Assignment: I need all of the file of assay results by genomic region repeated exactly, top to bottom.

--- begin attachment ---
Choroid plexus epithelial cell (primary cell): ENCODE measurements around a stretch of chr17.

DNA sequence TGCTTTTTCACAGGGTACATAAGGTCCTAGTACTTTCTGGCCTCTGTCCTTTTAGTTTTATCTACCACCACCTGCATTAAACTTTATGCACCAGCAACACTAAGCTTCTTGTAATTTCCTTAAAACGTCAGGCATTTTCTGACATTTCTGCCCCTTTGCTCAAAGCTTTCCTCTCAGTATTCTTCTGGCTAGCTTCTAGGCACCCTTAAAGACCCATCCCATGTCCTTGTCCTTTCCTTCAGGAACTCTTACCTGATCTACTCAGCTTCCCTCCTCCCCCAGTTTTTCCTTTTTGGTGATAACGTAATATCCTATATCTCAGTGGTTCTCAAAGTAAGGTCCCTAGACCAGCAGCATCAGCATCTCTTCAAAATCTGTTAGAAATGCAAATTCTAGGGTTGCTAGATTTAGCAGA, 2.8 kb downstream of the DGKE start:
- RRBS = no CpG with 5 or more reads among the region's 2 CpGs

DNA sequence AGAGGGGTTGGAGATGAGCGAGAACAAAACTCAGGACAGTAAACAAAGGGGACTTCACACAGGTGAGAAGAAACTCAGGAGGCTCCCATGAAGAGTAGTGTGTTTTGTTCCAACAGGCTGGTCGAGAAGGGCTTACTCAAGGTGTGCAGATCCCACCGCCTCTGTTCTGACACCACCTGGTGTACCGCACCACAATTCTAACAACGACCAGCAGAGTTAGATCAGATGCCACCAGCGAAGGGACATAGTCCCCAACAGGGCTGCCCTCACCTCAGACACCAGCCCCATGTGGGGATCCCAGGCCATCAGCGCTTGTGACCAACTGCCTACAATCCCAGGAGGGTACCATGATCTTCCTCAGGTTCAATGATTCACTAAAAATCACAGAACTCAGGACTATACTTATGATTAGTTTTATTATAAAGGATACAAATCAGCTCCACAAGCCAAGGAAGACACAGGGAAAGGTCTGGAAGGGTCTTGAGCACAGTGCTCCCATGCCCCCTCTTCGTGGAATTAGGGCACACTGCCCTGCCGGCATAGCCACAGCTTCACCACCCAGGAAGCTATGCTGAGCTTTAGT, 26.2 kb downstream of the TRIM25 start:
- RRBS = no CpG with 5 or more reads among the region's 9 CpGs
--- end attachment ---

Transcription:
Choroid plexus epithelial cell (primary cell): ENCODE measurements around a stretch of chr17.

DNA sequence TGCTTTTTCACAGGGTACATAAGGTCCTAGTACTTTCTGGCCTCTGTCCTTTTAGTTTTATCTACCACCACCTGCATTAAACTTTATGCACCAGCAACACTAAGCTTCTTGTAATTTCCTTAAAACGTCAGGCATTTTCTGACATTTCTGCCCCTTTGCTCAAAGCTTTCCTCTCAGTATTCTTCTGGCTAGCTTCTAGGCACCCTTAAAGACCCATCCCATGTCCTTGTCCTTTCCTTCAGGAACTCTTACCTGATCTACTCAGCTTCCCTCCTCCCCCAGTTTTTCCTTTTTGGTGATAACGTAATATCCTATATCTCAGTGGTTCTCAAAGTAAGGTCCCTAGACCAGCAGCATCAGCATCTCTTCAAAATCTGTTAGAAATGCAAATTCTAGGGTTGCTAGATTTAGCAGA, 2.8 kb downstream of the DGKE start:
- RRBS = no CpG with 5 or more reads among the region's 2 CpGs

DNA sequence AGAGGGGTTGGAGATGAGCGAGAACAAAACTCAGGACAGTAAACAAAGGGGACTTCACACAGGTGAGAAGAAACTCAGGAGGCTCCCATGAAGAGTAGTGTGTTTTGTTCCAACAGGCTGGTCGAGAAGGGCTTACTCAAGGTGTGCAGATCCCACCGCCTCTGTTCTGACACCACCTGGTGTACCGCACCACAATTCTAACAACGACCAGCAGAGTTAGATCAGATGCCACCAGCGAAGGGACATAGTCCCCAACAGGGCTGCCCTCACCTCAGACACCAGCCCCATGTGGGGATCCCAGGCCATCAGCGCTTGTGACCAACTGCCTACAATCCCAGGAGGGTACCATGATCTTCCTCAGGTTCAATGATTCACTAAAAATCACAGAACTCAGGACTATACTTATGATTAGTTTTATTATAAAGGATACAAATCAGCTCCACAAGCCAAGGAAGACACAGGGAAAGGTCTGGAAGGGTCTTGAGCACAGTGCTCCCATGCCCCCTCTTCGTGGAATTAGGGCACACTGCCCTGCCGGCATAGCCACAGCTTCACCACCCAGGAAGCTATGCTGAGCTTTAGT, 26.2 kb downstream of the TRIM25 start:
- RRBS = no CpG with 5 or more reads among the region's 9 CpGs